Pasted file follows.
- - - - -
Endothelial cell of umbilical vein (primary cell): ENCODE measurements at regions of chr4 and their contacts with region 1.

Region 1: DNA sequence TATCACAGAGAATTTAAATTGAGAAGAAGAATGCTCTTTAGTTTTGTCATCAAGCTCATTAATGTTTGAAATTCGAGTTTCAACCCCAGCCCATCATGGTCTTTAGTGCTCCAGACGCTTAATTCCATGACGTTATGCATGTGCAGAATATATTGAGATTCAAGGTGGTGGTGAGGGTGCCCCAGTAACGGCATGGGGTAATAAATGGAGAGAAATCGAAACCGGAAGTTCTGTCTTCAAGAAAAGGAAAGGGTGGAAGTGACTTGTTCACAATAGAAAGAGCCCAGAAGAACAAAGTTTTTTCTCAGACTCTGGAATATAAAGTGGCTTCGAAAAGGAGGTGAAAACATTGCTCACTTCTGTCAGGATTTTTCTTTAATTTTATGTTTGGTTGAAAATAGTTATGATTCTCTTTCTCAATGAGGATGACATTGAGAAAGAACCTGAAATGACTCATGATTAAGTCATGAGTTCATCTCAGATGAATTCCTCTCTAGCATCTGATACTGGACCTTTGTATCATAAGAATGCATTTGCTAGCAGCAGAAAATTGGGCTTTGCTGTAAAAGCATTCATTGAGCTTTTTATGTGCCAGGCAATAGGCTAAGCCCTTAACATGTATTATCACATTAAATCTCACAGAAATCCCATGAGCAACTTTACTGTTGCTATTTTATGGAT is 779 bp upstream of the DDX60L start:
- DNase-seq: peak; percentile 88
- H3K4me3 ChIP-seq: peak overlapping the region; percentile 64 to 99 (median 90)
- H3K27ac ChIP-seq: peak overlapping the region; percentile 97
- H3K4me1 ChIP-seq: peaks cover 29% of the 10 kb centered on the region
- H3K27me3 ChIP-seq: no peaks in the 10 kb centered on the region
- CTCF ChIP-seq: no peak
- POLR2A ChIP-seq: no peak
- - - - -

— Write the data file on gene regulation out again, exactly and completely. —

Endothelial cell of umbilical vein (primary cell): ENCODE measurements at regions of chr4 and their contacts with region 1.

Region 1: DNA sequence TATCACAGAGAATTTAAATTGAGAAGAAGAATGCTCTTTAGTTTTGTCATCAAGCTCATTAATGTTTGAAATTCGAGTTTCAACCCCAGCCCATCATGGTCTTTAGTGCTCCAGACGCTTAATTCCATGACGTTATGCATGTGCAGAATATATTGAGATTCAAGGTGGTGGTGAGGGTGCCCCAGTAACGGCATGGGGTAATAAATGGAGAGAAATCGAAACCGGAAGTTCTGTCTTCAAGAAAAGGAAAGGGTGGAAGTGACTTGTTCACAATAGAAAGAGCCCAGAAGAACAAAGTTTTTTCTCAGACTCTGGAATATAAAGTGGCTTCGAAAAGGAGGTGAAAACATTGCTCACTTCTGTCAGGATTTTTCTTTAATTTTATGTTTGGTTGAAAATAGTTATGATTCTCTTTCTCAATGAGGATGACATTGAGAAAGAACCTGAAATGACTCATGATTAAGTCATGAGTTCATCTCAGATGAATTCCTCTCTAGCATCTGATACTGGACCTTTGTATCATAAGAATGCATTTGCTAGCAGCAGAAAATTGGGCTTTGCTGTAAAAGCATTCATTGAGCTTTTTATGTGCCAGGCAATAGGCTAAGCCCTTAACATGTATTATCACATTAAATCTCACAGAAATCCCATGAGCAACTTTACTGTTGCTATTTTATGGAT is 779 bp upstream of the DDX60L start:
- DNase-seq: peak; percentile 88
- H3K4me3 ChIP-seq: peak overlapping the region; percentile 64 to 99 (median 90)
- H3K27ac ChIP-seq: peak overlapping the region; percentile 97
- H3K4me1 ChIP-seq: peaks cover 29% of the 10 kb centered on the region
- H3K27me3 ChIP-seq: no peaks in the 10 kb centered on the region
- CTCF ChIP-seq: no peak
- POLR2A ChIP-seq: no peak